Melaka’s WTE incinerator cost slashed almost half to RM280m

The construction of the plant will start this year and is expected to be ready for operation by 2022


The construction of Melaka’s waste-to-energy (WTE) incinerator project, which has been delayed for several years, is expected to begin soon with its cost slashed significantly to RM280 million from the initial proposed amount of RM435 million.

Melaka Chief Minister Adly Zahari (picture) told The Malaysian Reserve (TMR) that the funding of the WTE incinerator project, located at the Sungai Udang Sanitary Landfill, is under the purview of the Housing and Local Government Ministry (KPKT), while the land acquisition — that would cost an additional RM3.64 million — is in the hands of the state government.

Adly said the construction of the incinerator will start this year and is expected to be ready for operation by 2022 — a year before the current landfill reaches its maximum capacity.

“We will have to acquire another extra 10 acres (4.04ha) on top of the current dumping area to allow the WTE incinerator to be developed at the landfill,” he told TMR at the Malaysia Urban Forum in Kuala Lumpur recently.

The 12.1ha Sungai Udang Sanitary Landfill, which began operation in April 2015, currently receives more than 1,000 tonnes of waste a day.

The waste — from all the municipals in Melaka totalling about 1,300 tonnes — costs the state government some RM70,000 to dispose them of daily.

At the rate it is going now, the site could only be sustained up to five years.

The project was originally proposed by developer BTM Resources Bhd in 2017, with its original cost calculated based on the develop, build, own and operate concept under a 25-year concession deal.

The proposal was turned down in May last year after the company failed to obtain the approval from the Department of National Solid Waste Management.

Adly said the state administration is expected to conclude the land acquisition within the next three months, which also gives time for KPKT to complete the design and technology specification for the incinerator.

“Once KPKT completes the design and specifications, everything is ready for construction,” he added.

As it is, the landfill site, which is located 20km away from Melaka town, is currently bursting at its seams after reaching its maximum capacity since 2017.

The site, however, received a lifeline after the federal government forked out RM16.5 million to build a new landfill cell on a 1.82ha of parcel next to it.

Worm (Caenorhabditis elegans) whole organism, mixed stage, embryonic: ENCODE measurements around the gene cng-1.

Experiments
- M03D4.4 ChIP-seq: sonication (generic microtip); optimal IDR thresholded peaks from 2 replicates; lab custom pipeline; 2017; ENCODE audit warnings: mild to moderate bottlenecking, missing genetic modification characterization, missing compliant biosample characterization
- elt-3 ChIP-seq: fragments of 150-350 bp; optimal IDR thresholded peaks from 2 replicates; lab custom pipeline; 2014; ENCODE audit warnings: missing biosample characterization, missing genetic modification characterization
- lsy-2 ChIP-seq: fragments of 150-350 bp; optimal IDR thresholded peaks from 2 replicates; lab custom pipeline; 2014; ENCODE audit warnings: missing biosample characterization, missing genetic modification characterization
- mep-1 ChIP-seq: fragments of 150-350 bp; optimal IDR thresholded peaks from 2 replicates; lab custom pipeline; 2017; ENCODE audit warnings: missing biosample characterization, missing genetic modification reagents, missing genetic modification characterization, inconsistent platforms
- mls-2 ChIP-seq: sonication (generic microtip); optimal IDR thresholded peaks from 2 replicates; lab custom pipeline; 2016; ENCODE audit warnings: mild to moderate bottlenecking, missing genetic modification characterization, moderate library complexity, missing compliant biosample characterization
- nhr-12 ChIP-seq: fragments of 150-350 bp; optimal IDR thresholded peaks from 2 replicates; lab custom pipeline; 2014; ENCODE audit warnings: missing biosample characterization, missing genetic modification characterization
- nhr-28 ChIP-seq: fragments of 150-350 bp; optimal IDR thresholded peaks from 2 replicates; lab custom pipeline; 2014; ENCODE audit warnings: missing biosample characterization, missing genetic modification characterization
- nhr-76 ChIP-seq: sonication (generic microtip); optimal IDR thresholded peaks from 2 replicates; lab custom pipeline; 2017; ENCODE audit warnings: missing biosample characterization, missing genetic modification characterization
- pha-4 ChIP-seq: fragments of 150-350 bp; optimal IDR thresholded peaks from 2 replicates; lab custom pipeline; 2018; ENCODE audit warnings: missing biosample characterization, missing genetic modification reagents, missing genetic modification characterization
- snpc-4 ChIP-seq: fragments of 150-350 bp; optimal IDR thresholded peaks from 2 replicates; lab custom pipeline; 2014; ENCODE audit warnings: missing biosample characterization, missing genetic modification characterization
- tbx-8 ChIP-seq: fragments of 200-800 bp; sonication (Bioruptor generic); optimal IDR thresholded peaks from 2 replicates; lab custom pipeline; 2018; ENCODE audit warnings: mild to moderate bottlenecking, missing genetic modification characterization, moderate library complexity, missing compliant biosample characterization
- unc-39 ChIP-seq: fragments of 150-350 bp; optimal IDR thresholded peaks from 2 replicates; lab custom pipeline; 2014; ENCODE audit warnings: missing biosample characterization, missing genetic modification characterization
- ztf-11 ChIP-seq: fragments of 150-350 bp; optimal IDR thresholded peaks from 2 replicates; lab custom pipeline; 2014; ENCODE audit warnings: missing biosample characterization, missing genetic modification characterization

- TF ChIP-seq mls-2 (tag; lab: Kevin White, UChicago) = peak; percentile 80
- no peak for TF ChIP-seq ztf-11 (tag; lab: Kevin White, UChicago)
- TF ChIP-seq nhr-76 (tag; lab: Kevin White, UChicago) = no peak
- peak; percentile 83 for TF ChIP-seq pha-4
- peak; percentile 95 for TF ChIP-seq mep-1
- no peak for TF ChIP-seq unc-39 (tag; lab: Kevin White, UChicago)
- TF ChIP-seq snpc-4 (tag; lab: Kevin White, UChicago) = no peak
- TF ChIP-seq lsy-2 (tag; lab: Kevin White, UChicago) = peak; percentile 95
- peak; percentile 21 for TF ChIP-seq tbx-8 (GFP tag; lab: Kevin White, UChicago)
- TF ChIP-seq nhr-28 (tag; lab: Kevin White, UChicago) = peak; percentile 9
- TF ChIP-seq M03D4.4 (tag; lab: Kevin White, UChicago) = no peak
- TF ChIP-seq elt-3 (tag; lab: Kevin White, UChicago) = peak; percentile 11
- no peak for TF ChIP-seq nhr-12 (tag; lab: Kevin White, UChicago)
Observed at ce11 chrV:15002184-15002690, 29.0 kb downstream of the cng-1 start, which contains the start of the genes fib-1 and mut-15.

This has allowed the facilities to receive extra wastes for another 18 months.

Melaka — a small state with 1,664 sq km of land area — has no other option in managing its own waste which is also contributed by high tourists footfall, but to proceed with the WTE plant development.

“I think we may consider using the European, Japan or Korean technology, which is suitable with Melaka’s requirement,” Adly said.

He added that KPKT would also decide on contractor’s selection, believed to be a result of an open tender process.

Should the project take off, Melaka would become the second state that is utilising the WTE incinerator technology after Negri Sembilan, which would have its plant up and running within two years.

An earlier TMR report stated that KPKT had aimed to establish more WTE plant projects at the southern region of Peninsular Malaysia, including in Johor.

KPKT had also relocated the reportedly largest WTE plant in Taman Beringin in Kepong, Kuala lumpur, to Serendah in Selangor, to manage waste produced by the Klang Valley residents.

The government had also aimed to establish one WTE incinerator for each state in the longer run.

WTE plant, which converts solid waste into electricity or heat, is an environmental friendly and cost-effective way of energy recovery that is expected to last up to 30 years.

Based on the government’s statistics, Malaysia generated 42,672 tonnes of waste daily last year.

The figure is expected to rise to 44,888 tonnes per day as the population increases, especially in cities.